5. Fishing

Fishing is allowed in the Chickasaw National Recreation Area with a valid fishing license (if required by age) EXCEPT in the areas east of Highway 177 including Travertine Creek and the Travertine Nature Center. Fishing docks are available at both the Lake of the Arbuckles and Veterans Lake. Expect to fish for bass, crappie, perch, and catfish. Traps are not allowed.

📍 Google Maps Location: Guy Sandy Dock at Lake of the Arbuckles 

6. Hunting

Hunting in the area is allowed in certain zones and areas and at certain times of the year with a valid license. Seasons are established by the Oklahoma Department of Wildlife Conservation. Learn more here

7. Wildlife Viewing

The Chickasaw National Recreation Area is in an area known as an ecotone, a merge of the eastern hardwood forests and the prairies of the west in south-central Oklahoma. As an ecotone, it’s home to a diverse ecosystem. 

Wildlife enthusiasts have the opportunity to spot a variety of animals, such as the White-tailed Deer, bison, raccoons, armadillo, turkey, rabbits, the Eastern Meadowlark, and Black-capped chickadees, to name a few.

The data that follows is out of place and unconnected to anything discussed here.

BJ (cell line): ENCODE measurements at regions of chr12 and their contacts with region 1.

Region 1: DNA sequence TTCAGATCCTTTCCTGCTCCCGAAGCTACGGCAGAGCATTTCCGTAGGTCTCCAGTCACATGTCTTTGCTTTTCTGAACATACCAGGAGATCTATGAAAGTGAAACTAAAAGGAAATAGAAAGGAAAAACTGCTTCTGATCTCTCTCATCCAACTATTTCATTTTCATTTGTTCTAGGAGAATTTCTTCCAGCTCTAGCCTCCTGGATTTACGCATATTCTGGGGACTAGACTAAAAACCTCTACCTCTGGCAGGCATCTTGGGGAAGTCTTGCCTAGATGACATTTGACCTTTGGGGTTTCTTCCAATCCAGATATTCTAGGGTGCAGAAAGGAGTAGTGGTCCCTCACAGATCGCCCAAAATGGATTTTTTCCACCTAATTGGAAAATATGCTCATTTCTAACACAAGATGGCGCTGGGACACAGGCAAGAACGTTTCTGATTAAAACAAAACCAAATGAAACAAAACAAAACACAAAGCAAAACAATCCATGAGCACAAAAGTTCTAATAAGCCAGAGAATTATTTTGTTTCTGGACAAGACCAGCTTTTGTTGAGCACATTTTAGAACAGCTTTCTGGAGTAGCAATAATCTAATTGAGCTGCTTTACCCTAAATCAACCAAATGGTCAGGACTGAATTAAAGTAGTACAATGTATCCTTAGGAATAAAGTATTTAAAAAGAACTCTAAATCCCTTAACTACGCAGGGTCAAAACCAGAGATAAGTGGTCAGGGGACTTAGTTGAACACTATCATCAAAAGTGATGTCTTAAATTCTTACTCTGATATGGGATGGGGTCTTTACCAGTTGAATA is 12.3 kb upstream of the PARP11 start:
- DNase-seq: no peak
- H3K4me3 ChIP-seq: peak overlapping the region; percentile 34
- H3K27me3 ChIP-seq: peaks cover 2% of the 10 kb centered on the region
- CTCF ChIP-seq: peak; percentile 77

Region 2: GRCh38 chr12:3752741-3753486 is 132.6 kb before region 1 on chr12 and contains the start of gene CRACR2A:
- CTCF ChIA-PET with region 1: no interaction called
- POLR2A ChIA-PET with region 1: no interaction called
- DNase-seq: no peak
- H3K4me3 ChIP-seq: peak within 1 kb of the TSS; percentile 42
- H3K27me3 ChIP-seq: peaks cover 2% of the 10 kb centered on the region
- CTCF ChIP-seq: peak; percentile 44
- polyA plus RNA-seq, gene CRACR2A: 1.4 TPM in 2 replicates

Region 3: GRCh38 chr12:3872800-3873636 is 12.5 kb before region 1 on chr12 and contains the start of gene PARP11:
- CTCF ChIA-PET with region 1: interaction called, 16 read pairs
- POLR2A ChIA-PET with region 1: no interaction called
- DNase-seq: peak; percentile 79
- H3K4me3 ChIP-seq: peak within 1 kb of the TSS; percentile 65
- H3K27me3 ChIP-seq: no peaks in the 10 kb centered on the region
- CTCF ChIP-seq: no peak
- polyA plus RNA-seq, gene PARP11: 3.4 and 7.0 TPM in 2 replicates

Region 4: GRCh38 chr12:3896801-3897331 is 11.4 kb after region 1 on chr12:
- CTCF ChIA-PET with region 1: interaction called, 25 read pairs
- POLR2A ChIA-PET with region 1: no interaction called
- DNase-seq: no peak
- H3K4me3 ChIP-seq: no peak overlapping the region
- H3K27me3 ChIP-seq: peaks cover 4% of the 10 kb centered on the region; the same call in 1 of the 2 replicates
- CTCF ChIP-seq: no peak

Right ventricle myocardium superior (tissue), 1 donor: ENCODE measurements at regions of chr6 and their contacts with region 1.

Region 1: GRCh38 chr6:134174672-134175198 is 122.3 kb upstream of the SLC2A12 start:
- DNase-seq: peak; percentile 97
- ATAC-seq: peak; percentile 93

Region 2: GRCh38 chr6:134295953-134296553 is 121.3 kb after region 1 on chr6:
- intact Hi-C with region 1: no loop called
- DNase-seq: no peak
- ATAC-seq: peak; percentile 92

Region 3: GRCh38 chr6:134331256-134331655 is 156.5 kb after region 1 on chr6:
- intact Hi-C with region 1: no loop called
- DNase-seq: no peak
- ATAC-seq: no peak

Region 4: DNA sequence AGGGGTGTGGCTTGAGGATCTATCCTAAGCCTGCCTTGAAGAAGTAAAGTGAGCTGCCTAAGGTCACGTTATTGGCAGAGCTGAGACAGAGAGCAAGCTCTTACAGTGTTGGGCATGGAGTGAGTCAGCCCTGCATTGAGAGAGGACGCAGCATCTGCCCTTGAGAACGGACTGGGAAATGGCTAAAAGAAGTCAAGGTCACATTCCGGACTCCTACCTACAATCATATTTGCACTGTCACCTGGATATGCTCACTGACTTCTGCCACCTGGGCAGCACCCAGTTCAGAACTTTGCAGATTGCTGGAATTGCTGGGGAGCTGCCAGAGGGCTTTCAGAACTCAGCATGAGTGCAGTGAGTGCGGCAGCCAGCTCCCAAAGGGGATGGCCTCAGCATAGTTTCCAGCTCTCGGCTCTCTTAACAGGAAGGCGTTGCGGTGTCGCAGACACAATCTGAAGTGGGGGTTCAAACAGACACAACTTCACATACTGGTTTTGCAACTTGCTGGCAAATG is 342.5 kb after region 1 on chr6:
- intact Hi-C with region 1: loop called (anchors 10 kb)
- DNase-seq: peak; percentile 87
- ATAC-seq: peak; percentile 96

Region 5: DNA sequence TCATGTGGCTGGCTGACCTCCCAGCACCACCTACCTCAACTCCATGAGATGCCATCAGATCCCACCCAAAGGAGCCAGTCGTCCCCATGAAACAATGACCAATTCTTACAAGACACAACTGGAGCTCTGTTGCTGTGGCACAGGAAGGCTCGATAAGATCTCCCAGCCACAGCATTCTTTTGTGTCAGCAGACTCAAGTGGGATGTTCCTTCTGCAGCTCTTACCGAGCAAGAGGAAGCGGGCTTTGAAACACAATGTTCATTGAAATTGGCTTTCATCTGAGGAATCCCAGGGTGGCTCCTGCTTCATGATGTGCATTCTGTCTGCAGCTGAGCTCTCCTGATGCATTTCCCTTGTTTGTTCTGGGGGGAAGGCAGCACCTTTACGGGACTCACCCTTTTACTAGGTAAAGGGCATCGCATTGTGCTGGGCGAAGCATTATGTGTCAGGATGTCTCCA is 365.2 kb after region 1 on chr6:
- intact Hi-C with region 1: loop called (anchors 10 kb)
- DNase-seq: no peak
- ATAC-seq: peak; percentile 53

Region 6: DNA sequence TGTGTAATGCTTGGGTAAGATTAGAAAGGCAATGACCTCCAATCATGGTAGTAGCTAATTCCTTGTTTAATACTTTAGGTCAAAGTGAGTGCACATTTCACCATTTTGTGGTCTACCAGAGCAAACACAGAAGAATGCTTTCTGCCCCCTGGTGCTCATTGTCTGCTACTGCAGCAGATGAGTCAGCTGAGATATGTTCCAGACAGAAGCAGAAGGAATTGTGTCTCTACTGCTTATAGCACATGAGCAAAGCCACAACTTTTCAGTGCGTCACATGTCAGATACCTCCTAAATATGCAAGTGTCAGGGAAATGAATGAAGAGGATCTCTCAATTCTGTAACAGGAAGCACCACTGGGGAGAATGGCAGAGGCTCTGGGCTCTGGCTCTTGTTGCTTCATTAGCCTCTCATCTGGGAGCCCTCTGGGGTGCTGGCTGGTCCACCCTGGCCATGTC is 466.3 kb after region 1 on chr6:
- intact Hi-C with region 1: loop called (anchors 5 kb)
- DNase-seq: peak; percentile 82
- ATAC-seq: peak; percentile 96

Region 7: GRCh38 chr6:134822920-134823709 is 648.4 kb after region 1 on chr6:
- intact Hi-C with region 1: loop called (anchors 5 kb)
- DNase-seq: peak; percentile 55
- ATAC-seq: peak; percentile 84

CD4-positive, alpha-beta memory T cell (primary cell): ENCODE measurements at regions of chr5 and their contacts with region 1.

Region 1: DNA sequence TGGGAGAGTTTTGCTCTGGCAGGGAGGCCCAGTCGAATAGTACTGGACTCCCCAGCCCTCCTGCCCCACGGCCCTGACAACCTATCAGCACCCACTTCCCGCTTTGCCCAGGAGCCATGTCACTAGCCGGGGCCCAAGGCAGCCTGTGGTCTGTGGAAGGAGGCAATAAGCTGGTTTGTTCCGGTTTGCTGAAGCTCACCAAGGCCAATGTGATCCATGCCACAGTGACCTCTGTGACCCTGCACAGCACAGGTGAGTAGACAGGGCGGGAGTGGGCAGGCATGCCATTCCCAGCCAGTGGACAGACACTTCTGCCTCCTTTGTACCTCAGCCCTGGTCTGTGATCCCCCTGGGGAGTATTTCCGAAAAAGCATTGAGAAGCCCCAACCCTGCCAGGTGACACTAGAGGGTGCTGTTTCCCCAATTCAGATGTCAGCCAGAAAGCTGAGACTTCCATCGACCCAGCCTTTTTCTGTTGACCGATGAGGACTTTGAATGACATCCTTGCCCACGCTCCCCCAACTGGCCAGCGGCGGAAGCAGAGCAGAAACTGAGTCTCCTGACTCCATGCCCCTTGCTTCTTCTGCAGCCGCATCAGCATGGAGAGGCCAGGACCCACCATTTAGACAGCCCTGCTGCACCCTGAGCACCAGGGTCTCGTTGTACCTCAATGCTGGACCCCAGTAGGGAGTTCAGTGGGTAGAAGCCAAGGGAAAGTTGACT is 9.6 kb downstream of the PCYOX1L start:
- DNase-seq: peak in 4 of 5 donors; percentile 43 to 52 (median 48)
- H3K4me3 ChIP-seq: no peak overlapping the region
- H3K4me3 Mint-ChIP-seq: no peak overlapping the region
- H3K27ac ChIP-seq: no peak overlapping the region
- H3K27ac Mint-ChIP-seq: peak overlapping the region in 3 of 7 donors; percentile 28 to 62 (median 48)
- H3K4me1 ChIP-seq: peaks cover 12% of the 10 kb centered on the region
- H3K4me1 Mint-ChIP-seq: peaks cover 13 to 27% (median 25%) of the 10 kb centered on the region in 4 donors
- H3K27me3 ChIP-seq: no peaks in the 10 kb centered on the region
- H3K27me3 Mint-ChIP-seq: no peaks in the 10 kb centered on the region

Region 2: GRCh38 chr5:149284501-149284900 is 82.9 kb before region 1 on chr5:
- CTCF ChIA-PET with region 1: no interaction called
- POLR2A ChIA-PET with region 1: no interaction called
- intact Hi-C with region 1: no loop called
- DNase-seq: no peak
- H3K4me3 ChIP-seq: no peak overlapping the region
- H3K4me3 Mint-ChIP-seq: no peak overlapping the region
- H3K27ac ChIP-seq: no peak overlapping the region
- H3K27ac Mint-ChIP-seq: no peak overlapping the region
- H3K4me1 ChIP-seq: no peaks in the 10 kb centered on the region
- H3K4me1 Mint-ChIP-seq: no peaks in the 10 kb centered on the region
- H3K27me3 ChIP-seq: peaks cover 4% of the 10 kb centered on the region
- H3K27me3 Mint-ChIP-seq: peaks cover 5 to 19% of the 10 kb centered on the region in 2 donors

With patience, you might spot animals seen less often. One spring evening, we had the privilege of a visit from a Southern flying squirrel that glided onto the railing of our front porch. 

flying squirrel chickasaw national recreation area
Isn’t it cute? This Southern flying squirrel hung out for a few minutes before moving on. We snapped some quick pictures!

8. Picnicking

There are several wonderful picnic areas with concrete tables and benches throughout the park area. Some include charcoal stations. Look along Perimeter Road, near waterfalls, and throughout the campgrounds. There are several next to Little Niagara as well. No reservations are required. Just pick a pretty spot and enjoy!

picnic area
picnic area by little niagara falls

The park also has pavilions available for picnicking. Check out these pavilions & their Google Maps locations: